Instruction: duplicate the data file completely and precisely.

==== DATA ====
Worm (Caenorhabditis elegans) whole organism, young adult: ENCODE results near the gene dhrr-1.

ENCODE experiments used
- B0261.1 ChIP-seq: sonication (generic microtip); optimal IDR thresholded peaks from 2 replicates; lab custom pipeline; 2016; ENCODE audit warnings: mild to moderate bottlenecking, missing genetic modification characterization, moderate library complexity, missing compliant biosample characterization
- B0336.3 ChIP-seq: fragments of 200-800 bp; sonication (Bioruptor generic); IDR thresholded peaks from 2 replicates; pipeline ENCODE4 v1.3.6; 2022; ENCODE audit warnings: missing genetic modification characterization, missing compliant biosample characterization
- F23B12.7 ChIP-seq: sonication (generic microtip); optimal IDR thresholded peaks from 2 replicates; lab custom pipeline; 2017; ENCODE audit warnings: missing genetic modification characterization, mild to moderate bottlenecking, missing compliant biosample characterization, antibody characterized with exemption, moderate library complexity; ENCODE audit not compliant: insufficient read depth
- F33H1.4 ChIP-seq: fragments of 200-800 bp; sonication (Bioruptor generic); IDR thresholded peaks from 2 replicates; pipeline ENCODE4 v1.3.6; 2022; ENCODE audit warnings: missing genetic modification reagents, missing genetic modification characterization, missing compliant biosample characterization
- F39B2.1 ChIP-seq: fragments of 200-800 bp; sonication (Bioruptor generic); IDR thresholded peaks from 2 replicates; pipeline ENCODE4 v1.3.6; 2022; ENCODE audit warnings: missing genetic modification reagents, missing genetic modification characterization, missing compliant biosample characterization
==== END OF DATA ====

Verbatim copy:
Worm (Caenorhabditis elegans) whole organism, young adult: ENCODE results near the gene dhrr-1.

ENCODE experiments used
- B0261.1 ChIP-seq: sonication (generic microtip); optimal IDR thresholded peaks from 2 replicates; lab custom pipeline; 2016; ENCODE audit warnings: mild to moderate bottlenecking, missing genetic modification characterization, moderate library complexity, missing compliant biosample characterization
- B0336.3 ChIP-seq: fragments of 200-800 bp; sonication (Bioruptor generic); IDR thresholded peaks from 2 replicates; pipeline ENCODE4 v1.3.6; 2022; ENCODE audit warnings: missing genetic modification characterization, missing compliant biosample characterization
- F23B12.7 ChIP-seq: sonication (generic microtip); optimal IDR thresholded peaks from 2 replicates; lab custom pipeline; 2017; ENCODE audit warnings: missing genetic modification characterization, mild to moderate bottlenecking, missing compliant biosample characterization, antibody characterized with exemption, moderate library complexity; ENCODE audit not compliant: insufficient read depth
- F33H1.4 ChIP-seq: fragments of 200-800 bp; sonication (Bioruptor generic); IDR thresholded peaks from 2 replicates; pipeline ENCODE4 v1.3.6; 2022; ENCODE audit warnings: missing genetic modification reagents, missing genetic modification characterization, missing compliant biosample characterization
- F39B2.1 ChIP-seq: fragments of 200-800 bp; sonication (Bioruptor generic); IDR thresholded peaks from 2 replicates; pipeline ENCODE4 v1.3.6; 2022; ENCODE audit warnings: missing genetic modification reagents, missing genetic modification characterization, missing compliant biosample characterization